31 January 2017

STAINLESS STEEL 200 SERIES IN Cr-Mn: a safe alternative to 304?

On more than one occasion over the last ten years, the instability in the price of nickel (Ni) has obliged some producers to look for an alternative for austenitic stainless steel production that has similar characteristics to that of AISI 304. At the beginning of the 30’s the first austenitic stainless steels with chrome (Cr) and Manganese (Mn) were produced. These added elements substituted the percentage of Ni present to allow the material to maintain its austenitic properties. The AISI Manual witnessed the appearance of the 201 and of the 202 (and from here on the name Series 200 was used to distinguish material from the Series 300 and 400 which is more commonly known as “stainless steel”).

The use of stainless steel from the 200 series has had great success in India where a good understanding of these materials was developed. In particular, after paying attention to the differences in performance in respect to the commonly known AISI 304 (EN 1.4301), specific non-dangerous applications in its interchangeability were made possible. However, that apart, in other countries the substitution of the 304 came about without strict control consequently creating enormous problems.

It can be said that the presence of poorly controlled S&C Standard materials belonging to the 200 Series will undoubtedly hide serious loop-holes, leading to damage to the end-user and damage to the Stainless-Steel market in general. At present, approximately 2 million tonnes of the so-called 200 Series are consumed in Asian countries. Some types are not covered by normative whilst on the other hand, others mirror the International Code or, at least, are produced by processes that guarantee adequate checks by S&C standards. In Table 1: An illustration of Stainless-Steel Series 200 chemical compositions.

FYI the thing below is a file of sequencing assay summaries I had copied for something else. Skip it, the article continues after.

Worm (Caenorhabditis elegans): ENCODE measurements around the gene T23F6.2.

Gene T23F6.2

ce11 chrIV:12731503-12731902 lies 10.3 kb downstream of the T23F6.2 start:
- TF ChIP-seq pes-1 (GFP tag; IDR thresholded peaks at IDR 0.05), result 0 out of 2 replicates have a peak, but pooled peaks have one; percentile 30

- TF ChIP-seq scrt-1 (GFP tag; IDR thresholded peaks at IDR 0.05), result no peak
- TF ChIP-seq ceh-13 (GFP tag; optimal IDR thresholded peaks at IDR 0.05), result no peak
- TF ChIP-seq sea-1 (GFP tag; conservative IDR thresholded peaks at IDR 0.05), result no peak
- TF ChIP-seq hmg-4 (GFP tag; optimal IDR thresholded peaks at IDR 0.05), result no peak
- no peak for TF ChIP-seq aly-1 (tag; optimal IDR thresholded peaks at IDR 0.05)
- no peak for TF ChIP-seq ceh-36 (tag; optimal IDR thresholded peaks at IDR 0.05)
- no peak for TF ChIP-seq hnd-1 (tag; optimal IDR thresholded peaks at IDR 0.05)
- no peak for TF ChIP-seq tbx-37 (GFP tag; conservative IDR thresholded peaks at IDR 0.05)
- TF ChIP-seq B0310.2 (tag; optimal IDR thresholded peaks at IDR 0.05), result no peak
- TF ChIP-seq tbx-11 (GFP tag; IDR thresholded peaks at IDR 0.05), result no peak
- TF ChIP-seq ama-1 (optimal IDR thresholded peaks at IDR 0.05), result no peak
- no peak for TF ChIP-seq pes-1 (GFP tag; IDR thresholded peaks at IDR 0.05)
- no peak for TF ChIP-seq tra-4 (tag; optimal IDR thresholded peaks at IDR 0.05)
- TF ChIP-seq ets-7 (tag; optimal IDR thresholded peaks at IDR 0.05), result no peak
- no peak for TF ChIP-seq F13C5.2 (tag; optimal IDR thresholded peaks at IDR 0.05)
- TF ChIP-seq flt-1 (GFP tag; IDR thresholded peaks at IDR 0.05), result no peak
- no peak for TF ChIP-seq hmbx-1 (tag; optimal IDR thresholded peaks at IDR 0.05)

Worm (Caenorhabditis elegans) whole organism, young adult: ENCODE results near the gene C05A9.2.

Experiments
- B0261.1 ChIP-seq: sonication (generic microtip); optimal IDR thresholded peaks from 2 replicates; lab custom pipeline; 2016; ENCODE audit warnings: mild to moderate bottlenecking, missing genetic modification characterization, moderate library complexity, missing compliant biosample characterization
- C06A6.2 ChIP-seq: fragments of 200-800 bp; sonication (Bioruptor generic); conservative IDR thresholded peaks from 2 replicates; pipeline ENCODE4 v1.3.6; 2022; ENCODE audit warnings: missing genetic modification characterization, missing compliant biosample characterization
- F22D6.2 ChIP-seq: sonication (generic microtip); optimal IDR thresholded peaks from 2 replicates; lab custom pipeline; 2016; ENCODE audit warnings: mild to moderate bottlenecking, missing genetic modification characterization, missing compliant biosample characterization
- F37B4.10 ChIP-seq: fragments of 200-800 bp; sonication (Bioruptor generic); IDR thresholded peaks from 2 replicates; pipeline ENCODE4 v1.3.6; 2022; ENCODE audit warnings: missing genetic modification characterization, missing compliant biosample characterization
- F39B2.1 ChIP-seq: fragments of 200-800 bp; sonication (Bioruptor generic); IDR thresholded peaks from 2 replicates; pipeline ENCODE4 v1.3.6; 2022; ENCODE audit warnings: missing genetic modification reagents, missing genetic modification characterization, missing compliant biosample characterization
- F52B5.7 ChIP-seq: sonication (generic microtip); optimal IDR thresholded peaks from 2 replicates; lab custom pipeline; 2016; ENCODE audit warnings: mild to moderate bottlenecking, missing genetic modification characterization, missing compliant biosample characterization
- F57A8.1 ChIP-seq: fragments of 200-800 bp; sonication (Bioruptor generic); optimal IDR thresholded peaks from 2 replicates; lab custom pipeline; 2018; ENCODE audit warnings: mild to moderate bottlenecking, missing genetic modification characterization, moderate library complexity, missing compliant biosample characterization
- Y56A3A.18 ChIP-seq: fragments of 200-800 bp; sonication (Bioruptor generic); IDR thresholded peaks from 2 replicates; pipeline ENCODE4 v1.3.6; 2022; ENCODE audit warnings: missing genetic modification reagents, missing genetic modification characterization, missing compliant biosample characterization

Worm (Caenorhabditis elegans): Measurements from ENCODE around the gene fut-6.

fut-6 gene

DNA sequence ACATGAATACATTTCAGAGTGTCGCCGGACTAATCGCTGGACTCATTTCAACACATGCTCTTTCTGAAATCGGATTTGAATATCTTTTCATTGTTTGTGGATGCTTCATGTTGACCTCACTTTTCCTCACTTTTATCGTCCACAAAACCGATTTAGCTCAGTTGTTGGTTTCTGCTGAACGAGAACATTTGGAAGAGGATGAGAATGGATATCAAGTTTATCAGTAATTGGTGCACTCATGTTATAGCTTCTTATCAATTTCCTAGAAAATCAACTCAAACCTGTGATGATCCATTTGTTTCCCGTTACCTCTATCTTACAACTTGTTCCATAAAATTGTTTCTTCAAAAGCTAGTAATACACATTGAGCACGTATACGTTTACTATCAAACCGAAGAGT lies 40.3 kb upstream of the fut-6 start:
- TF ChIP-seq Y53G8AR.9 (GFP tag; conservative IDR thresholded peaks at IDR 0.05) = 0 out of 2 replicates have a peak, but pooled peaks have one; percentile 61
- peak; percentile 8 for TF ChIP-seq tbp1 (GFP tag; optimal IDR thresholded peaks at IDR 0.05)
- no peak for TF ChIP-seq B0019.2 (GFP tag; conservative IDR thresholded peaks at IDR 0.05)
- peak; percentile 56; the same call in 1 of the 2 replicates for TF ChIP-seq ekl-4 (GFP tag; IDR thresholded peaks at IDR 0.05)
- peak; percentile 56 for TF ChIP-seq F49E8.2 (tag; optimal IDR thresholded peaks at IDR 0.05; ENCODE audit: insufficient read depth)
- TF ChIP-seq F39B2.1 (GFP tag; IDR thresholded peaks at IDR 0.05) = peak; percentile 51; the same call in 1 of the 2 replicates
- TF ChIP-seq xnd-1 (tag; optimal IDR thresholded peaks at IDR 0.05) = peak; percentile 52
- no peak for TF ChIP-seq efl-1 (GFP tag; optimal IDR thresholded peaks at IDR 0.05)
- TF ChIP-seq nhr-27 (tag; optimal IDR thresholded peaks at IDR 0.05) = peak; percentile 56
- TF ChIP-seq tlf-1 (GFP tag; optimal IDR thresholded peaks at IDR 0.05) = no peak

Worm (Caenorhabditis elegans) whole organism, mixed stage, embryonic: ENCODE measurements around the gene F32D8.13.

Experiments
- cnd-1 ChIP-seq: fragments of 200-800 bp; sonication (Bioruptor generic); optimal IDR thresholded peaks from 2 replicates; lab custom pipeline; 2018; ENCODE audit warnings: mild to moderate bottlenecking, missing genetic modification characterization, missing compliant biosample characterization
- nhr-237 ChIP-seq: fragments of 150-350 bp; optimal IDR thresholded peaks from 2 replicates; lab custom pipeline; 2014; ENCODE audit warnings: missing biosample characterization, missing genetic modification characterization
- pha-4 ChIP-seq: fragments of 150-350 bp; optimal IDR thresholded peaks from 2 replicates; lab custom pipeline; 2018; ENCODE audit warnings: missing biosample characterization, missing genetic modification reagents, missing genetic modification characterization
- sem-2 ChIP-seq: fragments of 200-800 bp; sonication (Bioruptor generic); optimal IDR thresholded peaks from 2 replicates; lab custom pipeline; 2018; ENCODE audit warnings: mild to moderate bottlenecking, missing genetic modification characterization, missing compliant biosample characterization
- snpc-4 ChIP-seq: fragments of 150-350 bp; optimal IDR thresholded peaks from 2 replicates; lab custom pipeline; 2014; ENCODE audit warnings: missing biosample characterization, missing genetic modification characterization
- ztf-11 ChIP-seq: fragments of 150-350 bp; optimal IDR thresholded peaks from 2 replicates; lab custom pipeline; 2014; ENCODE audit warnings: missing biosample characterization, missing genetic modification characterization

In-order to compare the Stainless-Steel Series 200 corrosion resistance with traditional types of Cr-Ni (e.g. AISI 304), various types of testing have been carried out. The Fig.1 represents data corresponding to voltage density registered on diverse v-types of stainless-steel. It must be said that Cr has a notable effect regarding corrosion resistance. In-particular we can see its resistance to “pitting”: A crucial element taken into consideration when evaluating the “use” of stainless-steel”. This is profoundly influenced by the quality of the chrome and sulphur and above all, the latter component which is responsible for “pitting”. The Fig. 2 clearly demonstrates this concept highlighting the clear difference in the materials composed by Cr-Mn in respect to the 304.


Similar conclusions can be reached observing the PH-levels in “depassivation” in Fig.3: Resistance to atmospheric corrosion which yet again reveals the vital difference in behaviour between the common 304 and the Cr-Mn types. The results are obvious regarding exposure to salt-spray testing in which the results are shown in Fig. 4: In relation to the characteristics in formability to cold; the tests have demonstrated a tendency in the formation of “Martensite”, particularly when the mechanical resistance is lowered causing a reduction in nitrogen and carbon. If this fact can generate an important difference, then certainly Stainless-Steels 200 series with Ni standard between 1% to 4% are rather susceptible to low temperatures after the deep-drawing process. (delayed cracking) (Fig.5).